In "The Interstellar Medium in M31 and M33",
Proc. 232. WE-Heraeus-Seminar, 22-25 May 2000, Bad Honnef,
Germany. Edited by Elly M. Berkhuijsen, Rainer Beck, and Rene
A. M. Walterbos. Shaker, Aachen, 2000, p. 171-178.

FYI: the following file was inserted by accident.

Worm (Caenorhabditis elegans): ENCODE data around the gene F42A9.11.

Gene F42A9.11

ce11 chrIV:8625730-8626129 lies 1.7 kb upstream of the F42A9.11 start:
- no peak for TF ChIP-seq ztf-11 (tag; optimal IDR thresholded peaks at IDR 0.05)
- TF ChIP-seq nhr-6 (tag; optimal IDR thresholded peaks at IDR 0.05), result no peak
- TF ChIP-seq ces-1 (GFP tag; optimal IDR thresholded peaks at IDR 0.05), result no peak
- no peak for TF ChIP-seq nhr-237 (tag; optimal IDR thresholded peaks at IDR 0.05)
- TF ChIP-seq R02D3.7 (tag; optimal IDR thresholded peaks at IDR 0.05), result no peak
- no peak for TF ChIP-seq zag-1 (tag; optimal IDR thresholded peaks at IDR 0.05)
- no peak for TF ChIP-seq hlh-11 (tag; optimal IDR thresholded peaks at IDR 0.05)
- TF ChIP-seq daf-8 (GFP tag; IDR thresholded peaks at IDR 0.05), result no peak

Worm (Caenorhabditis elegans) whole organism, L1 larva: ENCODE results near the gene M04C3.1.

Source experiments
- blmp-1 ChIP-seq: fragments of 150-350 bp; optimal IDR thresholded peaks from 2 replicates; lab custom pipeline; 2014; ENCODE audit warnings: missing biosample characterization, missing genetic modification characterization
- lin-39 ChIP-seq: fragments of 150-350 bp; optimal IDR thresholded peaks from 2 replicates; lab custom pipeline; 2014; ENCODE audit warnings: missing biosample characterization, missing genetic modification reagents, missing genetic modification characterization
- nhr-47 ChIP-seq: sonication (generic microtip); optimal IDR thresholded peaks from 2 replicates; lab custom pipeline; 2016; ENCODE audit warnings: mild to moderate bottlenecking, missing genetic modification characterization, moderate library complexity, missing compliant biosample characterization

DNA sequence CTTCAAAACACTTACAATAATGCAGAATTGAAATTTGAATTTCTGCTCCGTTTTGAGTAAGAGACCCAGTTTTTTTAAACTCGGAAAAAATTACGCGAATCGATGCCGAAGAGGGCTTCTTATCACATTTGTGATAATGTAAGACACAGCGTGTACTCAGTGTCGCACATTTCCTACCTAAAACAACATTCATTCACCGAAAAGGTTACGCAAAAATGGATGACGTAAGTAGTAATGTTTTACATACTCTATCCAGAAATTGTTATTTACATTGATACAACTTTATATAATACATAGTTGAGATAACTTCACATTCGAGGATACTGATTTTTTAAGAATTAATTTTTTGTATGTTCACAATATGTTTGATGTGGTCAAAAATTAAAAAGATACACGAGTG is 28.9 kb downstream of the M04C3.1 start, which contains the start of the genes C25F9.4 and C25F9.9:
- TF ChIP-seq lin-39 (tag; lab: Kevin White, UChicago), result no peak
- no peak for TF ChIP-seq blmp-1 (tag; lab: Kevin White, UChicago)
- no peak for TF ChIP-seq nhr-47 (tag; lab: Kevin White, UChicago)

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Abstract. The radio emission from M31 (like HI, CO, FIR and H) is concentrated in the "10 kpc ring", giving an impressive example that cosmic rays are produced in star-forming regions. M31 and M33 have similar strengths of the total magnetic field, but very different field structures: The field structure in M31 is exceptionally regular while that in M33 is rather irregular compared with other spiral galaxies. In M33 the polarized intensity is highest between the spiral arms, similar to most spiral galaxies, while in M31 total and polarized emission both emerge from the ring. Star formation in M31 is probably too weak to tangle the regular field. The high regularity of the field in the M31 ring allows fast cosmic-ray propagation. As a consequence, there is no equipartition between the energy densities of cosmic rays and total magnetic fields. Faraday rotation measures show that the regular field in the ring is uni-directional, signature of the basic axisymmetric dynamo mode with a pitch angle of only -12°. Faraday rotation of polarized background sources shows that the regular field and thermal gas in M31 extend to at least 25 kpc radius. The regular field in M33 forms an open spiral, a mixture of axisymmetric and higher modes, with the largest pitch angle ( 60°) observed in any spiral galaxy so far. Vertical filaments in the NW and SE indicate interaction between the thin and the thick disk of M31. The total emission in the central region of M31 follows the spiral and radial H filaments, while the polarized emission is strongest on the inner edge of the southern spiral filament.
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